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The reason is that to maintain some form of muscle you need to feed your body. A person with a proper nutritional diet will have abs. If you feed your body properly while maintaining a low bodyfat percentage, your abs will be visible.

People in famine don't have enough nutritions, so their body starts to burn anything to stay alive, including muscle tissue. Because of this they still have abs, but they aren't defined enough to notice.

1

Fat consumption does not necessarily equate to more stomach fat, unless you are eating excessive amounts. In fact, carbs and estrogen mimicking/endocrine disrupting components found in food, alcohol, pesticides, vinyls, personal care products, and plastics may be more responsible for fat accumulation around the abdomen. Not to mention reduced testosterone, which may be the primary cause of this.

As for muscles showing in skinny people, it is very unlikely unless they do ab exercises or have genetics for large ab muscles.

Something to consider in a food shortage situation: our bodies use fat and muscle to produce energy. Our body prefers using fat first, but some people will experience losing muscles more quickly than others. It is unlikely that you will see a starving person with abs, because muscle requires more energy to maintain. Your body will use up muscles as energy to keep your organs running. Hence the abs disappear.

Personally, I have been working on abs for 4-5 years and they took a long time to grow. When I eat significant calories or drink too much, they become less defined. When I cut out sugar, beer, and limit plastic/vinyl exposure they become more defined. Abs will usually be small and less noticeable unless they are trained intensely.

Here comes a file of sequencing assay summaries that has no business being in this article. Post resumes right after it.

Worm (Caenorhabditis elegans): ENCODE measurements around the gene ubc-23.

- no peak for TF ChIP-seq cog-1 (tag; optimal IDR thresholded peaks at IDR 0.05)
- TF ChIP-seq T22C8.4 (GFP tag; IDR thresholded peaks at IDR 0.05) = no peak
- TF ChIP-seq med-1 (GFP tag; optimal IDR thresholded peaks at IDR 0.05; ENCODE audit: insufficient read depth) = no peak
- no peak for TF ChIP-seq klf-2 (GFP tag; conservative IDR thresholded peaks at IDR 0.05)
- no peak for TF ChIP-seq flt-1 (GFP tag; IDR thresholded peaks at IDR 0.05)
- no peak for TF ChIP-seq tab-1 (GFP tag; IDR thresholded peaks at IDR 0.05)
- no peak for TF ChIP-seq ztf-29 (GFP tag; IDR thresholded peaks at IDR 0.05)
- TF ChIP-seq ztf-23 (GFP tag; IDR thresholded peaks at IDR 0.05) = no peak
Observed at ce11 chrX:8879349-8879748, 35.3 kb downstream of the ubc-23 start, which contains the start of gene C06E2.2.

I also adopted a ketogenic diet consisting of (as calories) 70% fat, 20% protein, and 10% carbs. I noticed a more even distribution of fat on my body, my abs becoming a little more defined after a couple months. The fat was mostly, avocado, olive oil, cheese, and butter. The next time I do this I will cut out the butter and soft cheese, as it has more estrogen mimicking compounds.

We hear a lot about BPAs and BPFs so here is a less known problem...
Source about Phthalates: https://branchbasics.com/blog/2015/06/common-household-chemicals-phthalates-19-surprising-sources/

0

First of all abs are still muscles that need to be trained to be big.

Not everybody has a "huge 8 pack" underneat their fat.

But there are abs there.

Just like how a person who doesn't go to the gym has wafer thin biceps and legs, they are going to have wafer thin abs too. But yes they are there

To answer the question in the title

The answer is something called Kwashiorkor and is the characteristic pot belly look of children who are severely malnourished and starving

The defining sign of kwashiorkor in a malnourished child is pitting edema (swelling of the ankles and feet). Other signs include a distended abdomen, an enlarged liver with fatty infiltrates, thinning hair, loss of teeth, skin depigmentation and dermatitis.